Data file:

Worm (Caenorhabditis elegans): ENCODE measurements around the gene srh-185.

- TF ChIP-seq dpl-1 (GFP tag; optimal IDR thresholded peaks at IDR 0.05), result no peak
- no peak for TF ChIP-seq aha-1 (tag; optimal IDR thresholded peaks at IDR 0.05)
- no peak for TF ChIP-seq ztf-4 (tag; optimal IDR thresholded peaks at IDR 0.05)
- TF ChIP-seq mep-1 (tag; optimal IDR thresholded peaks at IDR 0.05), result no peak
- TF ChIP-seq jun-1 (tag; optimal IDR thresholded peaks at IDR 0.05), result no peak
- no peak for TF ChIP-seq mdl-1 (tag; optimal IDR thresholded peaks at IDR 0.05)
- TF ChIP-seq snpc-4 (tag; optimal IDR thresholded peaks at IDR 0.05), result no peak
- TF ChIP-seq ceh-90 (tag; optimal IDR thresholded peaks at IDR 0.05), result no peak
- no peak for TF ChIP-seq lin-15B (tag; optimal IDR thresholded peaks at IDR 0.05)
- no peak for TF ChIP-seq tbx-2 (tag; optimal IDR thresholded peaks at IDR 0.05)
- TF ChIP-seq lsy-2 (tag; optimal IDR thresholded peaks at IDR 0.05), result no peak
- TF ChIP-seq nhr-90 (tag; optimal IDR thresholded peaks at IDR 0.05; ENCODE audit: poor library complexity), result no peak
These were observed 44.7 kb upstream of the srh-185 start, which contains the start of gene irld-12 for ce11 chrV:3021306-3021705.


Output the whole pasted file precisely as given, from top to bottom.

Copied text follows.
Worm (Caenorhabditis elegans): ENCODE measurements around the gene srh-185.

- TF ChIP-seq dpl-1 (GFP tag; optimal IDR thresholded peaks at IDR 0.05), result no peak
- no peak for TF ChIP-seq aha-1 (tag; optimal IDR thresholded peaks at IDR 0.05)
- no peak for TF ChIP-seq ztf-4 (tag; optimal IDR thresholded peaks at IDR 0.05)
- TF ChIP-seq mep-1 (tag; optimal IDR thresholded peaks at IDR 0.05), result no peak
- TF ChIP-seq jun-1 (tag; optimal IDR thresholded peaks at IDR 0.05), result no peak
- no peak for TF ChIP-seq mdl-1 (tag; optimal IDR thresholded peaks at IDR 0.05)
- TF ChIP-seq snpc-4 (tag; optimal IDR thresholded peaks at IDR 0.05), result no peak
- TF ChIP-seq ceh-90 (tag; optimal IDR thresholded peaks at IDR 0.05), result no peak
- no peak for TF ChIP-seq lin-15B (tag; optimal IDR thresholded peaks at IDR 0.05)
- no peak for TF ChIP-seq tbx-2 (tag; optimal IDR thresholded peaks at IDR 0.05)
- TF ChIP-seq lsy-2 (tag; optimal IDR thresholded peaks at IDR 0.05), result no peak
- TF ChIP-seq nhr-90 (tag; optimal IDR thresholded peaks at IDR 0.05; ENCODE audit: poor library complexity), result no peak
These were observed 44.7 kb upstream of the srh-185 start, which contains the start of gene irld-12 for ce11 chrV:3021306-3021705.